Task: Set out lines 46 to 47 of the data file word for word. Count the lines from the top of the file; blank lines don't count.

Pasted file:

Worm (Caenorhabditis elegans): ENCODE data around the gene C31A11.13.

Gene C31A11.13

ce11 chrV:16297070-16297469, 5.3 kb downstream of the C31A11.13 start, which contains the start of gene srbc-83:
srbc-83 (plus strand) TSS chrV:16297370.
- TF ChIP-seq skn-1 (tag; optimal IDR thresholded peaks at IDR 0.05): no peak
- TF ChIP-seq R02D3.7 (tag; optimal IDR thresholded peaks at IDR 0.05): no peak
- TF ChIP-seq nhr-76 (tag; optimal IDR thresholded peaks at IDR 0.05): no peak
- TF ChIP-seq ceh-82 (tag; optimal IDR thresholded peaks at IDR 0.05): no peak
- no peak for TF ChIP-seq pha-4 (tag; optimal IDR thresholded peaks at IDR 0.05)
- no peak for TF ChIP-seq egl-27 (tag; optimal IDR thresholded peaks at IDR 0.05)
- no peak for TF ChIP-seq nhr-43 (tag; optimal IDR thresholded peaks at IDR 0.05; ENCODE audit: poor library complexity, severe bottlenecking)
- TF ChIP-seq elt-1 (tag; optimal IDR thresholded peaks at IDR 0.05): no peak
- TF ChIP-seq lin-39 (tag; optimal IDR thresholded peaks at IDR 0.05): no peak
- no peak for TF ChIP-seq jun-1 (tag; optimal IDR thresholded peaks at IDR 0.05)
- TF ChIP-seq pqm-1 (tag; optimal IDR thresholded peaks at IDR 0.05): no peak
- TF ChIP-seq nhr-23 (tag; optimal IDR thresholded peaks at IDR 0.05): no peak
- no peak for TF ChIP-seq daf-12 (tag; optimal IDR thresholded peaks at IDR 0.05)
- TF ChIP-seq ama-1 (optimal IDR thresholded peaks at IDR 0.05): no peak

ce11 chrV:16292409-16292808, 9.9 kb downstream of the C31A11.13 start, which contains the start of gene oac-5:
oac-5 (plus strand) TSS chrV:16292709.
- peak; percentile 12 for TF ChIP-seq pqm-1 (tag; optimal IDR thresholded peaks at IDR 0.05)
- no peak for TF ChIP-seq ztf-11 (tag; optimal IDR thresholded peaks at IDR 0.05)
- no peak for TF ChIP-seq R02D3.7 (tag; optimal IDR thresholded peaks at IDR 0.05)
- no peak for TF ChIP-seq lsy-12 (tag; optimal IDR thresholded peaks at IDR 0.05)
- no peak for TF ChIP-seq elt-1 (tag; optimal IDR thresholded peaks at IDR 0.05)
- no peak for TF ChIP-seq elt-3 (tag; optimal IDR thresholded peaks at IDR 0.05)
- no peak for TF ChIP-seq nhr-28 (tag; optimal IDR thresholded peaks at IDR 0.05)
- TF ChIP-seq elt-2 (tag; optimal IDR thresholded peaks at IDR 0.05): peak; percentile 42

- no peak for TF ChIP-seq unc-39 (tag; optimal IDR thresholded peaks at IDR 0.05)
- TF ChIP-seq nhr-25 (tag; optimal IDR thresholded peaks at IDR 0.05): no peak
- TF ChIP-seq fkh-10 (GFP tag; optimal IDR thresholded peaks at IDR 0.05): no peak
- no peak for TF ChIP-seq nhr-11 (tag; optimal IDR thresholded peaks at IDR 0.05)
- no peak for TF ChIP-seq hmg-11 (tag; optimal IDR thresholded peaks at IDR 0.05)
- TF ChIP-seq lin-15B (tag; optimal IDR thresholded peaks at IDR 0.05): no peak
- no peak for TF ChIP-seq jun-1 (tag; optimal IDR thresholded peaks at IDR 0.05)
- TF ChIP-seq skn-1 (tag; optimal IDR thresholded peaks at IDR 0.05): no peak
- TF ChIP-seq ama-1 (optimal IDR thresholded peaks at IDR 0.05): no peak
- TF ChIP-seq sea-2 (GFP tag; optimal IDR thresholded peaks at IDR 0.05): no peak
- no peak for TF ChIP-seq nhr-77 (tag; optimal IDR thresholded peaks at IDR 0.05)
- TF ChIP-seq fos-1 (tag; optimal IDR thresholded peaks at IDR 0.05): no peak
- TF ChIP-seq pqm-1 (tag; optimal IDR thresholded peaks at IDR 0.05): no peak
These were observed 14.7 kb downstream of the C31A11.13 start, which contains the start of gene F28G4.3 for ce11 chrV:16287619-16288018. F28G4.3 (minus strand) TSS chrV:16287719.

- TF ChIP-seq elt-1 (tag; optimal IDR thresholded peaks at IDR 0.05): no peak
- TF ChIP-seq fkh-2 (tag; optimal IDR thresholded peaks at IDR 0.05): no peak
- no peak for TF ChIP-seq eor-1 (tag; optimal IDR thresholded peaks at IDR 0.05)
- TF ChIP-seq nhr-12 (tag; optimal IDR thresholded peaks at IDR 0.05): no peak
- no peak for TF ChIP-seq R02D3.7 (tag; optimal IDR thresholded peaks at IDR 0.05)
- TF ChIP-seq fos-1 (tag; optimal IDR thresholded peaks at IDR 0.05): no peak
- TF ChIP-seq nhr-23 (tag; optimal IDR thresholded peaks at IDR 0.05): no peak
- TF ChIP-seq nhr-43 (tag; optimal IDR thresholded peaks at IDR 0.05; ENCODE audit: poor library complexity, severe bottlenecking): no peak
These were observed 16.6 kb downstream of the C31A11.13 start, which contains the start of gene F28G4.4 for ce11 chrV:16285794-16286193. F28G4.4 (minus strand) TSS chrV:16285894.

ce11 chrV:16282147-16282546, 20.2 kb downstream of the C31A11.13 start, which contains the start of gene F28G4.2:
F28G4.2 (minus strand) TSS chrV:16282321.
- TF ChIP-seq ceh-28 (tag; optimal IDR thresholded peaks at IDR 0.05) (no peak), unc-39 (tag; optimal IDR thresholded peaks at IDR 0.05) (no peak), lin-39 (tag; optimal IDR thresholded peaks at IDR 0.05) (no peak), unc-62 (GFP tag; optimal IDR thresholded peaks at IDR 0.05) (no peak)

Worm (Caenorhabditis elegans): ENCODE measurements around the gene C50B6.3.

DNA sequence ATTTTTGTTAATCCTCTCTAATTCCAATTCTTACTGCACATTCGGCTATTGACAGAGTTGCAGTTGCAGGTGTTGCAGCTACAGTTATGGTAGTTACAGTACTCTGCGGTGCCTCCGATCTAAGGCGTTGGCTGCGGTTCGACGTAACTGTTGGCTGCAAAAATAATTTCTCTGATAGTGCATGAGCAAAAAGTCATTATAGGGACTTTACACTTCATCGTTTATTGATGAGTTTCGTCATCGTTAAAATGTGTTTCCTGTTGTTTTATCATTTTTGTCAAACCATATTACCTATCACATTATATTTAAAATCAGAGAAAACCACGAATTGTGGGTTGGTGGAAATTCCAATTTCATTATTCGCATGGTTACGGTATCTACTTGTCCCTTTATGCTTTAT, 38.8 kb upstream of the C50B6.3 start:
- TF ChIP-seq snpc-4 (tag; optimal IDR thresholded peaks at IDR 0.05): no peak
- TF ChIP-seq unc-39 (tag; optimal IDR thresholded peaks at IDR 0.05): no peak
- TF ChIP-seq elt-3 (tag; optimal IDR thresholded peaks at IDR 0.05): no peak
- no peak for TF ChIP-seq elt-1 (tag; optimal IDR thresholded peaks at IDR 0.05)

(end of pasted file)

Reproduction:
- TF ChIP-seq nhr-12 (tag; optimal IDR thresholded peaks at IDR 0.05): no peak
- no peak for TF ChIP-seq R02D3.7 (tag; optimal IDR thresholded peaks at IDR 0.05)